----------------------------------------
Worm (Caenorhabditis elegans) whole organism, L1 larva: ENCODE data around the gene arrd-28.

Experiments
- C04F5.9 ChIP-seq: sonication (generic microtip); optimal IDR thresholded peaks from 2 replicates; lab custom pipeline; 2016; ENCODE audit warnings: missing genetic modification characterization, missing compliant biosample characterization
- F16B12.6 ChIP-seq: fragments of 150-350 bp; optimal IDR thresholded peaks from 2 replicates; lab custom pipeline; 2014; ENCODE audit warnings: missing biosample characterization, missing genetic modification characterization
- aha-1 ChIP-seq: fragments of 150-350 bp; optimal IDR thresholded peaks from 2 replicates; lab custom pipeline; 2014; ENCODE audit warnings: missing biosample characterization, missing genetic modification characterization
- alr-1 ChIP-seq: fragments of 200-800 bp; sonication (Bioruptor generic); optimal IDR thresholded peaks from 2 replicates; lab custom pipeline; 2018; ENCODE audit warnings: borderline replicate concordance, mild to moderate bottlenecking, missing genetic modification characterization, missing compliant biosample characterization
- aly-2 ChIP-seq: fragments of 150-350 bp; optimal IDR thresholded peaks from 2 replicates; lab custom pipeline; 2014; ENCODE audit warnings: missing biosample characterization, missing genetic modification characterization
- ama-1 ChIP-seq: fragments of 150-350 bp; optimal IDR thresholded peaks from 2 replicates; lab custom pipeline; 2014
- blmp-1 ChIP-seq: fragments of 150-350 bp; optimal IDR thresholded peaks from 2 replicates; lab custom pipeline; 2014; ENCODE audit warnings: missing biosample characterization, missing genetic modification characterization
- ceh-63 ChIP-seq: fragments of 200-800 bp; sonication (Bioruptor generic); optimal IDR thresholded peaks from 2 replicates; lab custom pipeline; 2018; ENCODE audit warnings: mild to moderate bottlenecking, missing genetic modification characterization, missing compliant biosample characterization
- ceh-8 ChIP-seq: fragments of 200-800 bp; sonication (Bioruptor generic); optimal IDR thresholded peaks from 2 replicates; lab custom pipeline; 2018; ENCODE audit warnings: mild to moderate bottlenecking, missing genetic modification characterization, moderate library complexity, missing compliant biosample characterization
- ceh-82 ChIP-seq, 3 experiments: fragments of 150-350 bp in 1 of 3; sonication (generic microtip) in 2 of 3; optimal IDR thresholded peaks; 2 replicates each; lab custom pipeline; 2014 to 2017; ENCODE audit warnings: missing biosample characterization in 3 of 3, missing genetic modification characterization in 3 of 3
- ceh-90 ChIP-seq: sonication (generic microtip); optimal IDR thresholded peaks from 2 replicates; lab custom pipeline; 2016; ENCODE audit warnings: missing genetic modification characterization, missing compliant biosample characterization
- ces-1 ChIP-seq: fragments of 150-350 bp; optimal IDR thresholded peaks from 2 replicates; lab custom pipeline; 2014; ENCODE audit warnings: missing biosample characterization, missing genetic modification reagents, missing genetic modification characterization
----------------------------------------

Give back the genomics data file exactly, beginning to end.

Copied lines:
Worm (Caenorhabditis elegans) whole organism, L1 larva: ENCODE data around the gene arrd-28.

Experiments
- C04F5.9 ChIP-seq: sonication (generic microtip); optimal IDR thresholded peaks from 2 replicates; lab custom pipeline; 2016; ENCODE audit warnings: missing genetic modification characterization, missing compliant biosample characterization
- F16B12.6 ChIP-seq: fragments of 150-350 bp; optimal IDR thresholded peaks from 2 replicates; lab custom pipeline; 2014; ENCODE audit warnings: missing biosample characterization, missing genetic modification characterization
- aha-1 ChIP-seq: fragments of 150-350 bp; optimal IDR thresholded peaks from 2 replicates; lab custom pipeline; 2014; ENCODE audit warnings: missing biosample characterization, missing genetic modification characterization
- alr-1 ChIP-seq: fragments of 200-800 bp; sonication (Bioruptor generic); optimal IDR thresholded peaks from 2 replicates; lab custom pipeline; 2018; ENCODE audit warnings: borderline replicate concordance, mild to moderate bottlenecking, missing genetic modification characterization, missing compliant biosample characterization
- aly-2 ChIP-seq: fragments of 150-350 bp; optimal IDR thresholded peaks from 2 replicates; lab custom pipeline; 2014; ENCODE audit warnings: missing biosample characterization, missing genetic modification characterization
- ama-1 ChIP-seq: fragments of 150-350 bp; optimal IDR thresholded peaks from 2 replicates; lab custom pipeline; 2014
- blmp-1 ChIP-seq: fragments of 150-350 bp; optimal IDR thresholded peaks from 2 replicates; lab custom pipeline; 2014; ENCODE audit warnings: missing biosample characterization, missing genetic modification characterization
- ceh-63 ChIP-seq: fragments of 200-800 bp; sonication (Bioruptor generic); optimal IDR thresholded peaks from 2 replicates; lab custom pipeline; 2018; ENCODE audit warnings: mild to moderate bottlenecking, missing genetic modification characterization, missing compliant biosample characterization
- ceh-8 ChIP-seq: fragments of 200-800 bp; sonication (Bioruptor generic); optimal IDR thresholded peaks from 2 replicates; lab custom pipeline; 2018; ENCODE audit warnings: mild to moderate bottlenecking, missing genetic modification characterization, moderate library complexity, missing compliant biosample characterization
- ceh-82 ChIP-seq, 3 experiments: fragments of 150-350 bp in 1 of 3; sonication (generic microtip) in 2 of 3; optimal IDR thresholded peaks; 2 replicates each; lab custom pipeline; 2014 to 2017; ENCODE audit warnings: missing biosample characterization in 3 of 3, missing genetic modification characterization in 3 of 3
- ceh-90 ChIP-seq: sonication (generic microtip); optimal IDR thresholded peaks from 2 replicates; lab custom pipeline; 2016; ENCODE audit warnings: missing genetic modification characterization, missing compliant biosample characterization
- ces-1 ChIP-seq: fragments of 150-350 bp; optimal IDR thresholded peaks from 2 replicates; lab custom pipeline; 2014; ENCODE audit warnings: missing biosample characterization, missing genetic modification reagents, missing genetic modification characterization